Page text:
The Reality of Silos: Healthy vs Unhealthy?
The word silos in an organization has caused many to shake their heads in meetings, comment on their destructive tendencies in the company walls, and seek outside expertise on ‘how to break down silos’ from consultants, articles, and books.
And that can be true - silos represent situations that can be destructive, can encase entire groups of employees into limited vision, and can remain steadfast in its semi-broken processes even in the face of change.
Thinking of silos in the negative context is what we have been taught, but as a business community, are they always bad?
Are silos really at fault? Or is closed, silo-type thinking the culprit, from a business-unit down to an individual person?
Are silos really responsible for not sharing information? Or do those behaviors happen in any type of structure?
Are silos a curse upon an organization? Or are they inevitable part of every operation, even down to the team level?
While an in-depth look at silos is not the purpose of this article, I am going to posit two semi-controversial items that I have seen and thought about over the decades regarding these structures. This means that maybe we adjust our ‘thinking and demonization’ of silos just a bit, at least the healthy ones.
The basic premise? 1. Silos are okay and maybe even inevitable, but they need to be porous so transparency and collaboration can happen; 2. Not everyone in an expert organization can understand every ‘expert language’ that is spoken, so embrace and engage the expert-filled healthy silos.
1. Silos can be healthy and functional; they aren’t all bad. Isn’t that kind of crazy talk?! Well, it’s not.
Many organizations have some ‘basic element’ needs - they have to live off of certain expertise, grow it substantially to remain strategically competitive in the markets they are in, and hold a responsibility to remain efficient in their work and functionality. That actually requires concerted focus in that expertise area, allowing experts to work with experts to grow their knowledge, and implementing real processes to adjust efficiently. Iron sharpens iron, right?
This means that some type of vehicle needs to be in place to make those basic elements happen, protect them, and collaborate with the entire organization to positively impact across the board.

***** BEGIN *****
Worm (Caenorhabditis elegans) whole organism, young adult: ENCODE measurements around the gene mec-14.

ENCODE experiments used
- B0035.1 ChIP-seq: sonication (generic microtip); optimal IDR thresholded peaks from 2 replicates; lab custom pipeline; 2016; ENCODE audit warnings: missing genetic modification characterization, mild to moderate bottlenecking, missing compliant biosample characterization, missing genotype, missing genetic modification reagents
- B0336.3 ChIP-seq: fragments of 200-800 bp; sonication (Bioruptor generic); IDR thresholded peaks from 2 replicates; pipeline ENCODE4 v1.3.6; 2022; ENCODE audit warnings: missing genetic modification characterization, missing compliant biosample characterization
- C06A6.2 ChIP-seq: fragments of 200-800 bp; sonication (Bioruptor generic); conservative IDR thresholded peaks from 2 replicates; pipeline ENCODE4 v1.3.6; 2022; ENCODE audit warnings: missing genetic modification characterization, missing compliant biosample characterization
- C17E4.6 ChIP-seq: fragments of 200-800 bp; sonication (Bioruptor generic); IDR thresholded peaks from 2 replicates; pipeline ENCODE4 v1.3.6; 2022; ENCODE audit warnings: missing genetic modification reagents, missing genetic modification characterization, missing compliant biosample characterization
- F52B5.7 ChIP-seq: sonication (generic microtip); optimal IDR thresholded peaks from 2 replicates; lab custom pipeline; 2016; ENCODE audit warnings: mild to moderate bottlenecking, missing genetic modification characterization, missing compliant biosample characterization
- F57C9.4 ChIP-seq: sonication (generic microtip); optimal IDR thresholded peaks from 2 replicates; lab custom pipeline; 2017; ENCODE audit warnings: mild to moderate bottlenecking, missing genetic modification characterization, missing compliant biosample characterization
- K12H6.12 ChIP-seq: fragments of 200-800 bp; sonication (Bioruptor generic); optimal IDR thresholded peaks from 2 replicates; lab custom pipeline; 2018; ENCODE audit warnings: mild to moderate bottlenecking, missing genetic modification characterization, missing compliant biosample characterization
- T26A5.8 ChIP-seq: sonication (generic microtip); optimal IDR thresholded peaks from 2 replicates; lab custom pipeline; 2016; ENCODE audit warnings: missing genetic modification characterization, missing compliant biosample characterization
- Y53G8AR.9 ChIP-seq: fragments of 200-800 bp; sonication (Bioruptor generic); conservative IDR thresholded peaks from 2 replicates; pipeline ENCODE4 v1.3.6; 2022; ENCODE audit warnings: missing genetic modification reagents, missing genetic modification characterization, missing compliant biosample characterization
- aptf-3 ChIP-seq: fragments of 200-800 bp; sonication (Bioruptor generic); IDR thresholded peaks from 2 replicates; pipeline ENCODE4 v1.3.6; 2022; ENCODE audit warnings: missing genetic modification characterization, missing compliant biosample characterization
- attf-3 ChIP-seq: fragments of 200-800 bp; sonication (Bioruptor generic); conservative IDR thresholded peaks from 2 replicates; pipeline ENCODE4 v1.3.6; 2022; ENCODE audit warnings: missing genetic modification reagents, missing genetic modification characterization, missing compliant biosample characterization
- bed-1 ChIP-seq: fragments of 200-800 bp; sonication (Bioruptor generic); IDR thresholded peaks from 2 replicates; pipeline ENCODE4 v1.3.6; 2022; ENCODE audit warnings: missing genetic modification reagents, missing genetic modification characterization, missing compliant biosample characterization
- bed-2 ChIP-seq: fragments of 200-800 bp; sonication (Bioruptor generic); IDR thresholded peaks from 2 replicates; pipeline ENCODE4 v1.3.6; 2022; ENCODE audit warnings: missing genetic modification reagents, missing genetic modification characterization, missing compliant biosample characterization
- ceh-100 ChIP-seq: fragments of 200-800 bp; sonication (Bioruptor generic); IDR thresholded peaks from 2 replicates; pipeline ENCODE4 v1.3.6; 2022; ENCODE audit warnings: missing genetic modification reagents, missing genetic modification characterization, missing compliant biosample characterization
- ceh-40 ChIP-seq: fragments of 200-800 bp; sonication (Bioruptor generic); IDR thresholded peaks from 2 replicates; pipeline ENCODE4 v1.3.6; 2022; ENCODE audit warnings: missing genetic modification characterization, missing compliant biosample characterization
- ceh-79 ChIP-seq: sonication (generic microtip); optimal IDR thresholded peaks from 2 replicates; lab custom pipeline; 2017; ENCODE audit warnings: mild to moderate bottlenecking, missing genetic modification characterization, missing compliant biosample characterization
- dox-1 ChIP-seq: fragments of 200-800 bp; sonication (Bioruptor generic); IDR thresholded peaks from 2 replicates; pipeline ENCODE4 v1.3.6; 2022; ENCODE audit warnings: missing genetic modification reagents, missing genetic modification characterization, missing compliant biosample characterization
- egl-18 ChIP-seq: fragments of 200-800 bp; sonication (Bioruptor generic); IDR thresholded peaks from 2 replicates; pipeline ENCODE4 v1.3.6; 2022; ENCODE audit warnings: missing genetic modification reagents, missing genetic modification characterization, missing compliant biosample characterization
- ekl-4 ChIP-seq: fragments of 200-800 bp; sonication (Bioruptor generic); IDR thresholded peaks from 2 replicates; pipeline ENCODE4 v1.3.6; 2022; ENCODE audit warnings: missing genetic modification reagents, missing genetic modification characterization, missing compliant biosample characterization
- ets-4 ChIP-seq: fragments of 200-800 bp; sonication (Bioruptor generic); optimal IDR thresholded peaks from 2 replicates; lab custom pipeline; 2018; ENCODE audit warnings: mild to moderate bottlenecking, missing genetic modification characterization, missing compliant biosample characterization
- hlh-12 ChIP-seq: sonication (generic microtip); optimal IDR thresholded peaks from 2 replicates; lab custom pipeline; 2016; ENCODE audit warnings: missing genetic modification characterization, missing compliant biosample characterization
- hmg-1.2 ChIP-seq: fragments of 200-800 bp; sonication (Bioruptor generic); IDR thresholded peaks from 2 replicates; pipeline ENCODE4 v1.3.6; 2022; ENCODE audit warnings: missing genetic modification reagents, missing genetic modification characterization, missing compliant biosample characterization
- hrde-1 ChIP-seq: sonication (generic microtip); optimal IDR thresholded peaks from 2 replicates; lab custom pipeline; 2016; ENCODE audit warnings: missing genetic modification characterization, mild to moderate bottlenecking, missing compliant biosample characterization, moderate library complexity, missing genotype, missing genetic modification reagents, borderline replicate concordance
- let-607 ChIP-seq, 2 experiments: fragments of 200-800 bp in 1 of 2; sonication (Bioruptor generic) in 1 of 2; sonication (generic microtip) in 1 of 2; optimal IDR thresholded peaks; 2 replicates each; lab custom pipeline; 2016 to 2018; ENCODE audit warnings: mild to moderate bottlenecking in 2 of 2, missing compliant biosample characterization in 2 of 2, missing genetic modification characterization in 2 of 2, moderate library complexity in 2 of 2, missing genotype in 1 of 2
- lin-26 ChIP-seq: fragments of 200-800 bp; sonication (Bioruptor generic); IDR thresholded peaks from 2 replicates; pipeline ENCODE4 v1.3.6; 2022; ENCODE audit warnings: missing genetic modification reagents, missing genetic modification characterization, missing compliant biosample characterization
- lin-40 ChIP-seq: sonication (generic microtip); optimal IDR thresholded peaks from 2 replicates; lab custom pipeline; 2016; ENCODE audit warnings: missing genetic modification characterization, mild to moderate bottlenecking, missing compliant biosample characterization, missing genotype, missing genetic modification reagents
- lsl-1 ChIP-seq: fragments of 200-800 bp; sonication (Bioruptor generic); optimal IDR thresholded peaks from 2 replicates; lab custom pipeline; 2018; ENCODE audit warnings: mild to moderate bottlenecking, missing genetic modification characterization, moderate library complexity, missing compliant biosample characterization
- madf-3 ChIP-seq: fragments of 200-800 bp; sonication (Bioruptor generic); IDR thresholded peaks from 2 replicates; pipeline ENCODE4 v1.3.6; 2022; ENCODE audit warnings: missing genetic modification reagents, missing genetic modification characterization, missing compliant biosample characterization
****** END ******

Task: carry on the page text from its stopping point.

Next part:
Enter: the healthy silo.
A porous, healthy silo allows experts to converse in the language they need to in order to be the most efficient and to grow expertise even further. The concentration is upon the work being done and its impact to the experiences (internal, customer, external), not on trying to help everyone understand their expertise at all times. ‘Silo-type thinking’ can severely damage this reality, but that can also happen in any type of organizational structure.
The caveat - transparency is the key, and a collaborative communicator (language translator) is essential to making it healthy for rest of the organization.
2. Focusing on experiences means focusing less on internal politics. Without your customer focus and how your internal parts fit in the mix, the organization can die.
I’ve seen many healthy “porous siloed” organizations explode in proficiency and achievement due to having a nurturing, expert environment in which to focus on internal, customer, and external experiences. Every one of these had experts in place to ‘translate’ languages and create connections from one to another (IT to business…marketing to finance…etc.) AND (most importantly) to translate back into the silos for adjustment.
This type of design allows an organization to concentrate on the criticality of the work and the impact on the experience, not just on completing a job. Additionally, there exists the ability to “maximize the ‘surface area’ of the organization by connecting as many employees as possible with the external environment.” 1 If an employee is concentrating a large amount of energy on the internal politics of the organization, then they aren’t concentrating much energy on their customer or the impact of their expertise.
The caveat - the entire system has to be talked about, diagrammed, and its connections understood for a silo to be healthy and the strategic experiences understood. It’s about expertise value to the organization and having the “collaborative holes” (porosity) in that structure to get information and ideas flowing.
The Bottom Line
The word silo is too vague to demonize and try to demolish. The various personas of a silo run from the great (expertise, critical, unique) to the horrible (closed silo-type thinking, calcified silo) and from organizational to a person.
Geeky terms to think about instead? Expert silo, calcified silo, critical knowledge, on-demand knowledge, expert complexity, interdependent connections, and porous connection diagrams.
Lots of words, but tons to think about.
1 The Organization of the Future 2, Hesselbein & Goldsmith, 2009